Department of Energy

Students in Graduate Summer School Focus on Plasma Physics

August 28, 2019

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Arturo Dominguez, PPPL’s Science Education Senior Program Leader and one of the summer school’s organizers, leads a student tour.
Arturo Dominguez, PPPL’s Science Education Senior Program Leader and one of the summer school’s organizers, leads a student tour.
Elle Starkman/ PPPL

Editor's note: this article was originally posted on Princeton Plasma Physics Laboratory's website.

Lightning has struck twice, and in the same place. For one week in August for the second consecutive year, a cohort of graduate physics students came to Princeton for the annual Graduate Summer School (GSS) in Plasma Physics at the U.S. Department of Energy’s (DOE) Princeton Plasma Physics Laboratory (PPPL). During the week of Aug. 12, 31 students learned about low-temperature plasma, computational methods, turbulence, and plasma diagnostics in courses that were also live-streamed over the internet. They also took part in a poster session and gave oral presentations showcasing their research.

“Summer is a special time. It’s when PPPL hosts undergraduate interns and physics professors, and now graduate students. It’s really nice to show off what we are doing here and have people take that back to their home institutions and maybe help develop their research further,” said Arturo Dominguez, PPPL’s Science Education Senior Program Leader and one of the summer school’s organizers.

Plasma physics is the study of plasma — the hot, charged state of matter composed of free electrons and atomic nuclei that naturally occurs in many forms, including stars, lightning, and the aurora borealis. Plasma is used at PPPL and other places in experiments involving fusion, the mashing together of plasma particles to create massive amounts of energy. Fusion is the process that lights the stars, and scientists are seeking to replicate it on Earth for a virtually inexhaustible supply of power to generate electricity.

The students came from a wide range of universities, including the Georgia Institute of Technology, Dartmouth College, North Carolina State University, and the University of Tennessee, Knoxville. They are at an early stage of their graduate studies and come from a wide range of physics backgrounds. They were welcome to apply as long as their research had a substantial intersection with plasma physics and the student believed that the summer school might be beneficial.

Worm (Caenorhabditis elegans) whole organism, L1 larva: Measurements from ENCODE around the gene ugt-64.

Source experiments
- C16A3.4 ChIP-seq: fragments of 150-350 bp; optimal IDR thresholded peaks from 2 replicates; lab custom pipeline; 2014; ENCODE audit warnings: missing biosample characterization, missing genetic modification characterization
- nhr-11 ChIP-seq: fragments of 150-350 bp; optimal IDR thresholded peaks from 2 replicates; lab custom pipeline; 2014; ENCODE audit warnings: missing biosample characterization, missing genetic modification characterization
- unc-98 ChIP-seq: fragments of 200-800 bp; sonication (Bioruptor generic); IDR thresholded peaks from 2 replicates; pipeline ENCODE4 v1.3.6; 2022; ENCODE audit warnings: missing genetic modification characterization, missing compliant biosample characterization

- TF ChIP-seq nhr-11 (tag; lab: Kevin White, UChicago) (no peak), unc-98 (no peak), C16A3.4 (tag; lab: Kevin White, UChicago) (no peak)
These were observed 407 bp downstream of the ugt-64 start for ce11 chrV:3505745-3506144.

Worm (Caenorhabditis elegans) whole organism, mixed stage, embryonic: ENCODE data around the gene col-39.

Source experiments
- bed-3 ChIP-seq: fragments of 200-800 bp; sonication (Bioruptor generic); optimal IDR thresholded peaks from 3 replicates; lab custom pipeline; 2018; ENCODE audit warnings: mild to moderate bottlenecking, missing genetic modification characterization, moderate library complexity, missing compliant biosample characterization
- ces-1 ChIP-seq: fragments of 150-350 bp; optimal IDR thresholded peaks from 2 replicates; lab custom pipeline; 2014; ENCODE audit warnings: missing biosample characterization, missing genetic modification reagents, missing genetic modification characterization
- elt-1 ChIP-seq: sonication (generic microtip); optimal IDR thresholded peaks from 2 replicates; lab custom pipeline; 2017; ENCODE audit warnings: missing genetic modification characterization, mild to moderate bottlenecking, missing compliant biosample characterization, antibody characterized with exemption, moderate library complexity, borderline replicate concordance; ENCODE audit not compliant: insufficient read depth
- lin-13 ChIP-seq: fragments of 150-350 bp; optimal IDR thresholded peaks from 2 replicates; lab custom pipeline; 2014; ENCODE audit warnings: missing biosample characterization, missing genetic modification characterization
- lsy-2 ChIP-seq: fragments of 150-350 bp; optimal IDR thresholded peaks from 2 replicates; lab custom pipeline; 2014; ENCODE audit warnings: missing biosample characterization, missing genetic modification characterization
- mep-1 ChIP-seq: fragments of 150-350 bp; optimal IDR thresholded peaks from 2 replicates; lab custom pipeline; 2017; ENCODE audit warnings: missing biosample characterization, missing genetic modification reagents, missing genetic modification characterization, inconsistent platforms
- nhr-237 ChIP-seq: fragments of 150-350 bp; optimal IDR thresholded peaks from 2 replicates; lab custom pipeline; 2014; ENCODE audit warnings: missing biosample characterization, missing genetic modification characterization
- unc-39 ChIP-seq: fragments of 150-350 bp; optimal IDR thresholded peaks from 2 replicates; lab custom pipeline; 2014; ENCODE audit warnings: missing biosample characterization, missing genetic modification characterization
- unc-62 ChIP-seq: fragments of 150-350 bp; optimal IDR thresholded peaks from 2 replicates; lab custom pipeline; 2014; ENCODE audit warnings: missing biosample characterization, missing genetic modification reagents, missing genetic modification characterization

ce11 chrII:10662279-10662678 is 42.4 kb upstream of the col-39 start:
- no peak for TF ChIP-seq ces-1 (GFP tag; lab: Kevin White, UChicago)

Physicist Eric Fredrickson looks at a student's poster during the poster session.
Physicist Eric Fredrickson looks at a student's poster during the poster session.
Elle Starkman/PPPL

Some of the graduate students liked that the summer school program exposed them to topics they never would have encountered on their own. “This week, I learned that I like things I didn’t even know existed,” said Liona Fan-Chiang, a graduate student in the applied science and technology program at the University of California, Berkeley. “I come from an experimental background so I thought I would like learning about diagnostics the most, but it turns out I really liked the computation section. It’s a field that I haven’t thought through before.”

The sentiment was echoed by Enrique Segura, who is beginning a master’s program in physics at California State University, Los Angeles. “If it weren’t for this program,” he said, “I would never have learned about this material. The PPPL summer school is very helpful to students whose home institutions don’t have plasma physics programs.”

The program was also a chance for the students to meet other people in their field and explore partnerships. “I was just discussing collaborations with one of the other students here,” Segura said. “This summer school really builds community.”

Dominguez was happy that more graduate students applied this year than last. “Because of the bigger crowd, we were able to get students from a wider variety of backgrounds, including high-energy-density, low-temperature plasma, and astrophysics. We got a really nice mix of research topics and institutions.”

The program also provided a glimpse into plasma physics research being done outside Princeton. “As with last year, my favorite part was the poster session,” Dominguez said, “because that was when I could see what they were all working on; they are doing some really interesting research all around the country.”

Steven Cowley, PPPL director, who gave one of the lectures, was encouraged by the students’ interest in plasma physics. “It was wonderful to have the latest generation of plasma physicists at Princeton,” he said. “They were bright, exciting, motivated by the field, and for many of them it was their first time in Princeton, and Princeton is the home of plasma physics.”

The GSS program struck at least one student as worthy of expansion. “The education and networking opportunities are the kinds of things that justify not only keeping the program,” Segura said, “but also making sure it is enhanced in the future.”

This program is supported by the U.S. Department of Energy’s (DOE) Office of Science.

PPPL, on Princeton University's Forrestal Campus in Plainsboro, N.J., is devoted to creating new knowledge about the physics of plasmas — ultra-hot, charged gases — and to developing practical solutions for the creation of fusion energy. The Laboratory is managed by the University for the U.S. Department of Energy’s Office of Science, which is the single largest supporter of basic research in the physical sciences in the United States and is working to address some of the most pressing challenges of our time. For more information, visit https://energy.gov/science